"When Parliament was prorogued, it was one of the papers sitting, waiting to go, and it didn't survive," said Proctor, now vice-president of Ottawa-based Integrated Human Risk Solutions. "And it's never been re-initiated."
Department of Foreign Affairs spokesman Pierre Floréa would not respond to the specifics in the U.S. diplomatic cable and wrote in an email, "We do not comment on leaked documents."
According to the U.S. document, one of the specific issues the Canadian officials sought to address was the controversial issue of ransom payment. Foreign Affairs wanted Canadian elected leaders to give a "high-level political blessing, especially with regard to policy on ransom payments," the cable says, quoting Brennan.
A U.S. cable released by WikiLeaks earlier this year suggested a ransom was paid for Canadian diplomats Fowler and Guay. The Canadian government denies that was the case. A ransom was paid by family and supporters in the case of Alberta journalist Lindhout, who was held with an Australian freelance photojournalist.
Brennan also commented, according to the WikiLeaks document, that mixed nationality hostage cases were seemingly becoming the norm and asked for discussion on co-ordination between "Four Eyes" partners, a reference to countries with a history of working together including the U.S., the U.K., Canada and Australia.
Little is published on the U.S. policy dealing with Americans taken hostage abroad, called the National Security Presidential Directive-12. Most of the policy is classified. It was signed by George W. Bush in 2002, months after the Sept. 11 attacks when the U.S. feared an increase in hostage-takings.
Policy needed: expert
Canadian officials from several departments — including National Defence, RCMP, CSIS and Public Safety — went to Washington to discuss the current policy, as well as lessons learned since its implementation in 2002.
Among the issues Canadian officials specifically wanted to discuss with American counterparts were how to treat government employees versus contractors, how to handle situations where Canadians had insurance companies with written kidnapping policies, and negotiation strategies.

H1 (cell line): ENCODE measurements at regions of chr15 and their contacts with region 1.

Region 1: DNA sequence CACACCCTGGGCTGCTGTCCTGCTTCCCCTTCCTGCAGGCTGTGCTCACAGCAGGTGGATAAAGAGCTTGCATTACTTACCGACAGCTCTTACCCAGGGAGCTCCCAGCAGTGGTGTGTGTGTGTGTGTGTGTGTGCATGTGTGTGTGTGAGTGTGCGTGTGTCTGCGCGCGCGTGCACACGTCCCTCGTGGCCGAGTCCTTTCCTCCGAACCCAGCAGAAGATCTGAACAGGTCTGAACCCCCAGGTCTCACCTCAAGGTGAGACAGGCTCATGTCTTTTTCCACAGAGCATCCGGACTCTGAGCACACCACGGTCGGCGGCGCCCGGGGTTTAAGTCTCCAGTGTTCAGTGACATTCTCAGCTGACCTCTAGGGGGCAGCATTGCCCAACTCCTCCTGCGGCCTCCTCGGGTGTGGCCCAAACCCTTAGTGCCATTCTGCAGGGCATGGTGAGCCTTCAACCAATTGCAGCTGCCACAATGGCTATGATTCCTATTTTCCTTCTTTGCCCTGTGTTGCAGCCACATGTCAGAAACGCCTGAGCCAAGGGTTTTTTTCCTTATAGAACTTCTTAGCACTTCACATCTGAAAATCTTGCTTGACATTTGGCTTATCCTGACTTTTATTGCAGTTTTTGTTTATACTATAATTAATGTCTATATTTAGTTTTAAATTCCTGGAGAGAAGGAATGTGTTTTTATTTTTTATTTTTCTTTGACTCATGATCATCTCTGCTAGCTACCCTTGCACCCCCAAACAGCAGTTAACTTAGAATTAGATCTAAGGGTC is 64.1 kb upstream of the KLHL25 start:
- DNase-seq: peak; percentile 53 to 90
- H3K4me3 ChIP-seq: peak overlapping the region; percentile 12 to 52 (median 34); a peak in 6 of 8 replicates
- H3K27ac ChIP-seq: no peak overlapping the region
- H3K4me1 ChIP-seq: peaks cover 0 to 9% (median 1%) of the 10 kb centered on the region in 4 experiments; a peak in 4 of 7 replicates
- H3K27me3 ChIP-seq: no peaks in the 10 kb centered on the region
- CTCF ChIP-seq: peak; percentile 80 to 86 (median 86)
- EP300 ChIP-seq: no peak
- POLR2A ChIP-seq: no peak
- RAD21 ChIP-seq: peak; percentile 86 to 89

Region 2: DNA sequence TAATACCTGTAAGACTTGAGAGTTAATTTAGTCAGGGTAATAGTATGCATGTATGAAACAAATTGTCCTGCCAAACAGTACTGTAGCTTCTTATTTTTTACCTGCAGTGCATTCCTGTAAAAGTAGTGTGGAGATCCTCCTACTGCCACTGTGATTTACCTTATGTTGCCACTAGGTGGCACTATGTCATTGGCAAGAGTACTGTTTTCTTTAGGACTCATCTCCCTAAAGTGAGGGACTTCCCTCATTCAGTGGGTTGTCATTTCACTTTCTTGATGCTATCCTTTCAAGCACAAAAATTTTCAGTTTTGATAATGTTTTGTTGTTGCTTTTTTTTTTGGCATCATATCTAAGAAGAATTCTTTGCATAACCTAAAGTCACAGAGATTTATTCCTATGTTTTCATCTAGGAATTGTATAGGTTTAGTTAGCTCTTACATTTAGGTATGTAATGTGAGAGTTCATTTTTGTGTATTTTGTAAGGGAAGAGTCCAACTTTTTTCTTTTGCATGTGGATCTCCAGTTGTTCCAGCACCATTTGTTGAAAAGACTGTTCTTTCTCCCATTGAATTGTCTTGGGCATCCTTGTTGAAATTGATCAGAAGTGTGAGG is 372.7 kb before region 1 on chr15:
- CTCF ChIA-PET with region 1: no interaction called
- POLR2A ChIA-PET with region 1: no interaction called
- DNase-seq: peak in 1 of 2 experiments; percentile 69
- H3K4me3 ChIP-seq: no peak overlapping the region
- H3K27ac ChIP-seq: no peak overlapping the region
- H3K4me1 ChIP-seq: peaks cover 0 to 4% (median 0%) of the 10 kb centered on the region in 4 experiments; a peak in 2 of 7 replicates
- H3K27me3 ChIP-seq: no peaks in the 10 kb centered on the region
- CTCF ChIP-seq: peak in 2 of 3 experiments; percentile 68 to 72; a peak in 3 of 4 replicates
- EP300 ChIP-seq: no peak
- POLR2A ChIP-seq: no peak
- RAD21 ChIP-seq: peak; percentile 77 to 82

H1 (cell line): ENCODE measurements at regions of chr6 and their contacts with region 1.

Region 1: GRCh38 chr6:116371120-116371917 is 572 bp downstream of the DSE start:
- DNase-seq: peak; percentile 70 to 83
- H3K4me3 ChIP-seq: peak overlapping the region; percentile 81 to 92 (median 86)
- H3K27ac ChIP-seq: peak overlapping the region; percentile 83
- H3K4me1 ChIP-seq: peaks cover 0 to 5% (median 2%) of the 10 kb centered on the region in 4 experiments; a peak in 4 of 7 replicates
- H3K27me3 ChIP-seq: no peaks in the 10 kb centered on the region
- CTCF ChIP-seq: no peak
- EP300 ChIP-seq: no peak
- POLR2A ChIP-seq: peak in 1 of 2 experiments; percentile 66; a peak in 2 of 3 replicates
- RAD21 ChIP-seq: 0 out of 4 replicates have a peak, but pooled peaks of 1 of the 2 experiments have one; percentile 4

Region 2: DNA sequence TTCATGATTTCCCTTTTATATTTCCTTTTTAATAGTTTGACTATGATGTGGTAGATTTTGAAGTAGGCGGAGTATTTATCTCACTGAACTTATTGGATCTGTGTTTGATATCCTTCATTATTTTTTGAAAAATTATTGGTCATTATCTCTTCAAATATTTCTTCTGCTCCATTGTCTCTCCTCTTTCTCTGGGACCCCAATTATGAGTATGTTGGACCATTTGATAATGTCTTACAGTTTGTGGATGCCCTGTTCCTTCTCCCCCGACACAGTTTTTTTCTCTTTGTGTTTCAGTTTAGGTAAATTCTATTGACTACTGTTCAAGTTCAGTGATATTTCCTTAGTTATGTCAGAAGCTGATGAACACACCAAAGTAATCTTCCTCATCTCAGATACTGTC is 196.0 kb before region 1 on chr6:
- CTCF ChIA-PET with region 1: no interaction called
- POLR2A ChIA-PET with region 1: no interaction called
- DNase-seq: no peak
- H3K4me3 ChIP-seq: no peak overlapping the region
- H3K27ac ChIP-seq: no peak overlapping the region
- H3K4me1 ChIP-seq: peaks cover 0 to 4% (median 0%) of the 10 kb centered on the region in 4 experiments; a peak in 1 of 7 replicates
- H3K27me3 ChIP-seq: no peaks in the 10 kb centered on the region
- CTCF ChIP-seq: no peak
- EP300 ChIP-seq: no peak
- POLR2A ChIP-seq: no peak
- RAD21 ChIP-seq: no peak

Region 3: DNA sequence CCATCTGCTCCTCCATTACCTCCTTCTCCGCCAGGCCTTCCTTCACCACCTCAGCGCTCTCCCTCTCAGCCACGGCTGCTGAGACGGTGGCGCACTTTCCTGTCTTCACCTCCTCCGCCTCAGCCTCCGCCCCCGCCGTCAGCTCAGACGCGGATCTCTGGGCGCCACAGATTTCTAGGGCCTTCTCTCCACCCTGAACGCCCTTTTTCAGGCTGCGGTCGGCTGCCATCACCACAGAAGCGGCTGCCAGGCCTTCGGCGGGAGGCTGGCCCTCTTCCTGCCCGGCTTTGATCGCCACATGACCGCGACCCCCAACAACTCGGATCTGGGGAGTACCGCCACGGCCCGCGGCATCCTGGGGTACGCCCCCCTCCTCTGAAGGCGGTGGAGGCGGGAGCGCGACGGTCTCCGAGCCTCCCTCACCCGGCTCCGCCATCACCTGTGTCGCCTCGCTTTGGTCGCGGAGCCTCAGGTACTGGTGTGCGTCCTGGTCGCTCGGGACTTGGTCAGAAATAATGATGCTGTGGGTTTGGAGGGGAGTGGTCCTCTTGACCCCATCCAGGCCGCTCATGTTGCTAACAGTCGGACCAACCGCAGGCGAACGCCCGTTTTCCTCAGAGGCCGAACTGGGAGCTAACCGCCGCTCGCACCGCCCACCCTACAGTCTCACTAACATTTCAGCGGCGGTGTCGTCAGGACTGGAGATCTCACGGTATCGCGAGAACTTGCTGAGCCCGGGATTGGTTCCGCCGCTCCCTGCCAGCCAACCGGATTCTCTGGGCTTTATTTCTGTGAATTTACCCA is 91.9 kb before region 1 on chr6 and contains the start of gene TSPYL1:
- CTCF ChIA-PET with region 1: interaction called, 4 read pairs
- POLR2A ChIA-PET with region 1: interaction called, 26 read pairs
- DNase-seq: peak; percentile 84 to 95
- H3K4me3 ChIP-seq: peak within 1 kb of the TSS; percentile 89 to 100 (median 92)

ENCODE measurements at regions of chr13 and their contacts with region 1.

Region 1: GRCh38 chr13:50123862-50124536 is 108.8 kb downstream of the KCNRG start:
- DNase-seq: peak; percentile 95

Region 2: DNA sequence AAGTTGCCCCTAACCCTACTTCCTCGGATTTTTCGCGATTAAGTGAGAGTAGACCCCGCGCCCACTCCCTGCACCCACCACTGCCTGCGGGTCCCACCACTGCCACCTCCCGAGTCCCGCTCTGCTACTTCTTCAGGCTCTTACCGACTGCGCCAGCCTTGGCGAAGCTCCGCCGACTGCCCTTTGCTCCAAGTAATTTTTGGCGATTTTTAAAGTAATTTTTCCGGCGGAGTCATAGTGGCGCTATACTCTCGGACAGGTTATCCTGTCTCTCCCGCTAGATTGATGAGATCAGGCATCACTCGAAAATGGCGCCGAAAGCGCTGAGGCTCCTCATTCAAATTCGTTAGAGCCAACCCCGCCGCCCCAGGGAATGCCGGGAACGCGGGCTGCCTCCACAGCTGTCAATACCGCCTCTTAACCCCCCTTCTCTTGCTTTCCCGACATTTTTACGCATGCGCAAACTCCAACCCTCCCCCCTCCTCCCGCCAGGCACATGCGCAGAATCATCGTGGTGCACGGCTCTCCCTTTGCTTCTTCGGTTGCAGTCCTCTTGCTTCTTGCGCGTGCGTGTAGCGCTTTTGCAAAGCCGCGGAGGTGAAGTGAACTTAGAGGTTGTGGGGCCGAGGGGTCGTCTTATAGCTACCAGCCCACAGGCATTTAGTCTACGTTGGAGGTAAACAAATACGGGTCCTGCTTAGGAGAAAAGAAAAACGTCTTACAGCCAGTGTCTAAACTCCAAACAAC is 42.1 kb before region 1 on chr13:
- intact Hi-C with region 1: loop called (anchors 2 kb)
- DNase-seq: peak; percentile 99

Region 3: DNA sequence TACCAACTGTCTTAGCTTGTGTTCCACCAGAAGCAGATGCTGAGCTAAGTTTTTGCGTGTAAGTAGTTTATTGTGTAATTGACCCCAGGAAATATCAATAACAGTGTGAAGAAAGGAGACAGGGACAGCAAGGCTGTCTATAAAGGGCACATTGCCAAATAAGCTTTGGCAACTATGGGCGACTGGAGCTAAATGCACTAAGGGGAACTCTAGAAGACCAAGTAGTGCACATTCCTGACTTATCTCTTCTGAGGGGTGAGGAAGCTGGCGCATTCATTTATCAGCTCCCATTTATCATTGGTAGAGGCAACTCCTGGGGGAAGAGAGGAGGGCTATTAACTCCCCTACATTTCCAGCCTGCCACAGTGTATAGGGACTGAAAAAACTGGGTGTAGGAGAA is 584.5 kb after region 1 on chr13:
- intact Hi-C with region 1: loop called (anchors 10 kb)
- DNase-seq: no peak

"Brennan cited the possibility of secretly negotiating with hostage-takers as a means of entrapping them, while publicly claiming 'no negotiations with terrorists,'" the cable says.
Yet another issue raised was the kidnapping of CBC reporter Mellissa Fung — because she worked for the public broadcaster, which is state-owned but independently operated.
"Brennan said that Canada was still contemplating how to deal with such entities and their employees who wander into harm's way," the cable says.
The most recent hostage-taking case facing Canadian officials is that of Colin Rutherford, 26, a tourist from Toronto. He was kidnapped in Afghanistan three months ago and is being held by the Taliban.
The militant group recently threatened to put him on trial for espionage if Canada does not meet its demands. The Taliban spokesman didn't list the demands, saying the Canadian government is aware of what they want.
Proctor said the Canadian government's experience with kidnappings has "increased dramatically" in the past six years and he hopes the government develops the planned national policy.
"Certainly having a policy that gives the government a framework is a key piece in this puzzle," said Proctor. "The bottom line is Canada needs a policy."